Rice arrived during the Jomon Period
After much debate over the subject through the years, the current view of when rice farming began in Japan is that it occurred in the Initial Yayoi period. However, several examples of rice and millet impressions have been discovered on pottery dated to the Final Jomon Period (known as the Etsuji SX-1 stage), which predates the pottery found in northern Kyushu dating to the start of the Yayoi period (believed to be where rice farming initially arrived in Japan from the continent) that is known as ‘Yama-no-Dera/Yusu I style pottery’. The pottery discovered at the standard site known as Etsui Site SX-1 (Pit) has been subjected to investigation using CT imaging, which detected large numbers of latent impressions as well as exposed ones of millet, rice, perilla, and other plants that were cultivated by humans. Carbonised seeds have been extracted from these samples and subjected to carbon dating. The results showed that they were cultivated during the Jomon period, 50 to 80 years prior to the Yayoi period.
Thus, it is possible that grain cultivation containing rice farming was already being practised in the Jomon period. This means that this research adds a new perspective to the transmission of grain cultivation to Japan. Furthermore, we newly discovered an earlier arrival of rice farming into southern Kyushu against the basic notion of the conventional theory that the transmission of rice farming to southern Kyushu was 200 to 300 years behind northern Kyushu, the use of the method known as the ‘method to extract and date of carbonised material in pottery’ has shown that the delay was thirty years—an extremely short period of time.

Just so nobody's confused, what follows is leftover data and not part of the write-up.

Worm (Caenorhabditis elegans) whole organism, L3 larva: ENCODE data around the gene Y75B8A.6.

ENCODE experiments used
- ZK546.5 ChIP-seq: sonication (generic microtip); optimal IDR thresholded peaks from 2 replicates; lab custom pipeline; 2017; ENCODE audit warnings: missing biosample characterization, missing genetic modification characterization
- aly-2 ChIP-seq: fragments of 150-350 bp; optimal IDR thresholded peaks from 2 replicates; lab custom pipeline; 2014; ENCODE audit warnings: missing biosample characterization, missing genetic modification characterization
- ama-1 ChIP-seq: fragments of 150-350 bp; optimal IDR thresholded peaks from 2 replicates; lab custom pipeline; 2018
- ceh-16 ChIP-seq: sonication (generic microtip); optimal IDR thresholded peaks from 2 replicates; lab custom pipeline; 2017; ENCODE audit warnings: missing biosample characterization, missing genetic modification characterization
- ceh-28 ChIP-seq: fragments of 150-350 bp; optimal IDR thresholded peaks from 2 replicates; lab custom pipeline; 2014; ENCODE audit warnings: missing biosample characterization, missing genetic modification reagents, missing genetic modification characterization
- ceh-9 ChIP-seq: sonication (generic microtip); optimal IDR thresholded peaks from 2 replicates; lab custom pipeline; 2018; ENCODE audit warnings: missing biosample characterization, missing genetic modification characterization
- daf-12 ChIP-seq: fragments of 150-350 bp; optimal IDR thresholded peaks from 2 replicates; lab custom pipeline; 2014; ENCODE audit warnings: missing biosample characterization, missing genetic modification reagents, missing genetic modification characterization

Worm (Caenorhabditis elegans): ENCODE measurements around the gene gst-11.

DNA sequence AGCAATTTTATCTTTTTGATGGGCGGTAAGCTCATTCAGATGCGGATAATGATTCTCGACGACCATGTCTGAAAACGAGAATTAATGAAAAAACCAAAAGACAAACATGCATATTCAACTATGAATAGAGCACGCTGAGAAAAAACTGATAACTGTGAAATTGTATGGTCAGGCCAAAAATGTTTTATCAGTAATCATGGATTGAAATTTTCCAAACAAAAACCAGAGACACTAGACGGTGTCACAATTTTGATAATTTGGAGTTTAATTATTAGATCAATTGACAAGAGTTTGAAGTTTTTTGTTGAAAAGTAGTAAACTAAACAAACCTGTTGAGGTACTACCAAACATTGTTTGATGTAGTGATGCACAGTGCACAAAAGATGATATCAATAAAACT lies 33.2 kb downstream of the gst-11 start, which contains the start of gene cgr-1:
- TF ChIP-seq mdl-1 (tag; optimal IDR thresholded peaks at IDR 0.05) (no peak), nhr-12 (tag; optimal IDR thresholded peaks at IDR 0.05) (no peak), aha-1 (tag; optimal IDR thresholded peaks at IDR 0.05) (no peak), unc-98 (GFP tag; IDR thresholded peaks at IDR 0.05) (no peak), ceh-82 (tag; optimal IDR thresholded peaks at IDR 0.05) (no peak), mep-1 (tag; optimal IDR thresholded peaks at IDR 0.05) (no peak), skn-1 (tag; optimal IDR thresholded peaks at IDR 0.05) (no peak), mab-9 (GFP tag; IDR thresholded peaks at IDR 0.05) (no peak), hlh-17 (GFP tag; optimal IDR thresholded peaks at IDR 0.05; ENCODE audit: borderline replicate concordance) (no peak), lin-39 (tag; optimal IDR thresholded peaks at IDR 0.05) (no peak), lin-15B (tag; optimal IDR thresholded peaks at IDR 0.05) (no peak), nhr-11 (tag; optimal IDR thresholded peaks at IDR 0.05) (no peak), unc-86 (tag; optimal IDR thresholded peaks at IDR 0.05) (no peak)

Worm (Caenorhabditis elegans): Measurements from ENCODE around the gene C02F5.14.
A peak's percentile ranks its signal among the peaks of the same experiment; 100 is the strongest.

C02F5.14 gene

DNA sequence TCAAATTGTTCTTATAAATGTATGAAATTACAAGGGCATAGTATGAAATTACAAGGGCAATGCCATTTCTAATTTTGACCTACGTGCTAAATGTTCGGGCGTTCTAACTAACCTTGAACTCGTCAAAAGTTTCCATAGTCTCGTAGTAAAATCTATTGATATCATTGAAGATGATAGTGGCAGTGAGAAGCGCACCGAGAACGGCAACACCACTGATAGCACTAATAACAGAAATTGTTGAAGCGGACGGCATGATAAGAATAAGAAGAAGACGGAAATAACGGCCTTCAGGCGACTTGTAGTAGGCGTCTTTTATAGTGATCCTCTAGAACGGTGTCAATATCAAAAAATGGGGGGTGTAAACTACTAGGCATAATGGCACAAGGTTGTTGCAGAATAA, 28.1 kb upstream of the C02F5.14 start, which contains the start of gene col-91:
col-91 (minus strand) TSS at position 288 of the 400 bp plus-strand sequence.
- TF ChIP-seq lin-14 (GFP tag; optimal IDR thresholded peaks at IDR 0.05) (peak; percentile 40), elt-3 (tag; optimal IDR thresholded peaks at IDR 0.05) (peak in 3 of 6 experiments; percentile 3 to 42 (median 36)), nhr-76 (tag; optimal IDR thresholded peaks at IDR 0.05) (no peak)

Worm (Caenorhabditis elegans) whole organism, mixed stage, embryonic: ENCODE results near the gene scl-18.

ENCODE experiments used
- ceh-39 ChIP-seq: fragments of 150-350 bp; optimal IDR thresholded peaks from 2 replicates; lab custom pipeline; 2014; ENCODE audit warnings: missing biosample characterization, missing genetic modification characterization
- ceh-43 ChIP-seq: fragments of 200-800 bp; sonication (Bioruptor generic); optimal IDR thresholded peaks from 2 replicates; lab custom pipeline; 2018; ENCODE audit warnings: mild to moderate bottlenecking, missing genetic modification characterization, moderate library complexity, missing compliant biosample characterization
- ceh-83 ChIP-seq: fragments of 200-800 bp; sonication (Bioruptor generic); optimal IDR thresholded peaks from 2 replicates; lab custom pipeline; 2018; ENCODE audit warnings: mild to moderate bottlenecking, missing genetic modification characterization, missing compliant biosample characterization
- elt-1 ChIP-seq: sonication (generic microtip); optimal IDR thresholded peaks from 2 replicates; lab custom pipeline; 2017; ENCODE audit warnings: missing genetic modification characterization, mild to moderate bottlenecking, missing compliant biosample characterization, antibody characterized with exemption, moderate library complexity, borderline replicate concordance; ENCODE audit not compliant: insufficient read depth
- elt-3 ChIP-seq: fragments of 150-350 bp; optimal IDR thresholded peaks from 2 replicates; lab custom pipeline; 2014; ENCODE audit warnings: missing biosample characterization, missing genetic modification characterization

3D images of potsherd and unexposed impressions of foxtail grains from Estuji site in Kasuya-machi (2,850 BP)
３D image of pottery with rice husks from Kozako site in Shibushi City (2,700 BP)
３D image of rice husk from Kozako site in Shibushi City (2,700 BP)
３D image of rice husk from Kozako site in Shibushi City
３D image of the potsherd mixed with foxtail millet from Etsuji site in Kasuya-machi